survive here”, Kojo blurted out, trying to suppress in his voice the anger that
was simmering within him. “We have no choice, we have to go!”    

“I do not wish to go anywhere!” Sue shot back, in as polite a
voice as she could muster.

Kojo realized at that point, that he definitely had a problem
on his hands, and it would not help to be angry or argumentative. Rather, he
would have to be tactful and conciliatory, and attempt to reason with his wife.

“Choochoo, my love,” he began, “I don’t know what your
fascination is with Bibiriba, but there is very little to occupy our time here.
The place is tiny; some of the people are visibly hostile, and in their
desperation may not hesitate to visit violence on innocent people. Already one
person is dead and a number injured. I do not wish to be labelled as an African
leader who will go to any length to be in power. All life is sacred… One
person killed for the stool of this village is one person too many. That is why
I wish us to leave, so that further bloodshed may be averted and my conscience
may remain clear. Come to think of it, I am now convinced I should even abdicate

“On the contrary,” Sue responded, “to abandon Bibiriba at
this time will be a disservice to the injured, to those who have lost homes, and
will do nothing to honour the memory of the deceased. It is precisely because of
the unfortunate death and injuries that I believe we should stay.”

“But, sweetheart, have you not been following the news
concerning so many of the intractable wars in Africa? The underlying reason for
the prolongation of most of these wars is intransigence on all sides… People…”

“But I am not asking you to be intransigent, Jojo dear. See…
When innocent bystanders, engaged in legitimate human activities, are caught up
in incidents such as we witnessed, and are made to endure extreme sacrifices,
huh?… deaths, injuries… the ultimate outcome for them, needs to be good enough
to alleviate their sorrow, and to compensate in a way for their losses. Just
imagine, if we should go back home, and your half-brother accedes to the stool,
he would have done so through violence, would have alienated a good section of
the population, would most likely be unable to improve the appalling conditions
in this village, and the conditions of the people would be worse than before,
their suffering unduly prolonged. That would mean that our coming only brought
death, injuries, burnt homes, resentment… division in the community! But if we
should stay and succeed in improving the conditions of life here, that would be
adequate compensation for the sufferings caused, wouldn’t it?”

Sue proceeded to explain how she thought Kojo should approach
the disaffected faction, make reasonable concessions to them, attempt to elevate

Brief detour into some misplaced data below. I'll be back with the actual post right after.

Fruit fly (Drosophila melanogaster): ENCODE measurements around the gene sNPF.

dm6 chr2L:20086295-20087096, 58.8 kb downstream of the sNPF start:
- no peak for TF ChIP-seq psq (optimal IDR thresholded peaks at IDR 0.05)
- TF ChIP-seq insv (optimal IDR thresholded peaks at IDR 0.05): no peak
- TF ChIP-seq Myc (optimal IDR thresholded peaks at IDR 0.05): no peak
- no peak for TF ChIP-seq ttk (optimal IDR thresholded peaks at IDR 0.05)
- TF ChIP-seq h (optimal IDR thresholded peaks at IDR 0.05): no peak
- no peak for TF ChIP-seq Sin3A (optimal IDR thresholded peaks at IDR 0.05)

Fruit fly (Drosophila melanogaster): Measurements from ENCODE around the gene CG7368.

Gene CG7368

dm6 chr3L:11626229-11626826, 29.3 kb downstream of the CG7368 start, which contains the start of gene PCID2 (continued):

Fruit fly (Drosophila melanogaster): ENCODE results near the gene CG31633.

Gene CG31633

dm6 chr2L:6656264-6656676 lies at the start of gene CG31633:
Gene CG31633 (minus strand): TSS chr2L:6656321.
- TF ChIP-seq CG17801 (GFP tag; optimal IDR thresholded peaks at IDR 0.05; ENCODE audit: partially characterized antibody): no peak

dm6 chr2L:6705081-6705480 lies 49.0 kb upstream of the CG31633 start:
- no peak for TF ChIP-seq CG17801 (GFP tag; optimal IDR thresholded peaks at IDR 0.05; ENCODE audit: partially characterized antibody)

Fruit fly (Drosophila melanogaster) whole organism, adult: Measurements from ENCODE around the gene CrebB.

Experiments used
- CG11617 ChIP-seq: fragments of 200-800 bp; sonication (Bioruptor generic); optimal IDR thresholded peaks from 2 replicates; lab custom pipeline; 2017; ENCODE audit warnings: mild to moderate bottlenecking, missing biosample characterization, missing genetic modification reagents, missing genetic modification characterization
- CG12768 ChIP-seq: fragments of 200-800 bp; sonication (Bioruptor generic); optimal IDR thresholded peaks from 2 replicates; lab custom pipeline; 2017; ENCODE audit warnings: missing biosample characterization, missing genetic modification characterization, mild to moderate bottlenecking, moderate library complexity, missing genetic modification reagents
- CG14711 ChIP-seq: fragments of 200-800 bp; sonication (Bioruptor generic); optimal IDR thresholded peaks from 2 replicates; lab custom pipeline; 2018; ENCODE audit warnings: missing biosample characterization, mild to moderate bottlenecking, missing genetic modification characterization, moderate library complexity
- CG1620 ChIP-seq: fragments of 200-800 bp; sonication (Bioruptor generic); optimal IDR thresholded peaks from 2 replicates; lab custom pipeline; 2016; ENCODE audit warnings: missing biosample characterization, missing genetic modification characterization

their vision to see the kinds of development that would follow in the village,
solicit their wholehearted cooperation, so that they would be happy to be part
of a new dispensation in Bibiriba. Those who had suffered some disadvantages or
injury during the disturbances, she further explained, could be approached later
and reasonable compensations offered them. “If you approach your own
half-brother in sincerity and friendship, and show genuine love, affection and
empathy,” she stressed, “you will be surprised at the positive response you will
receive from him and his supporters.”

Kojo was pleasantly surprised by his wife’s wisdom and
composure. She seemed so comfortable, so relaxed in the tense environment, so
much in control of the situation. He recalled how back home in the States, they
would argue needlessly about almost everything; but here she was—so sincere, so
passionate, so authentic, and so very convincing in the advice she had given, of
how the impasse in Bibiriba could be addressed. Knowing her very well, he was
sure Sue had seen or experienced something in Bibiriba that had touched her
deeply enough, for her to want to remain permanently in the village… only he
could not put his finger on what it might be!

Nana Kojo Egyir I, new Chief of Bibiriba, agreed to go along
with the suggestion of his wife, Sue, which meant remaining with his subjects in
Bibiriba and preoccupying himself with their welfare. And that was how
negotiations were initiated between the elders of the village on behalf of the
Chief, and Kwame Apiata and his chief supporters, until genuine reconciliation
had been achieved and the authority of the new Chief acknowledged. Kwame Apiata,
in particular, was very profuse in his apologies to “Nana” and to his wife. He
had been genuinely won over by the positive manner in which the Chief’s elders
had engaged his team, the concessions that had been made, and the promises of
development that had been proposed—development that would cover such areas as
provision of good drinking water, electricity, roads, schools, a hospital—all
within the next ten years, and with that, the concomitant prospect of improved
economic opportunity for everyone in Bibiriba.

When normalcy was restored soon after, and Nana Egyir assumed
full authority in his backwater chiefdom, with Sue, his white American wife, by
his side, he was fully conscious that his work for the next decade had been
fully cut out for him. Sue for her part was delighted that the couple could
remain in Bibiriba and dedicate themselves to the welfare of the people.





Prices in Australian Dollars                                                                    

All rights reserved.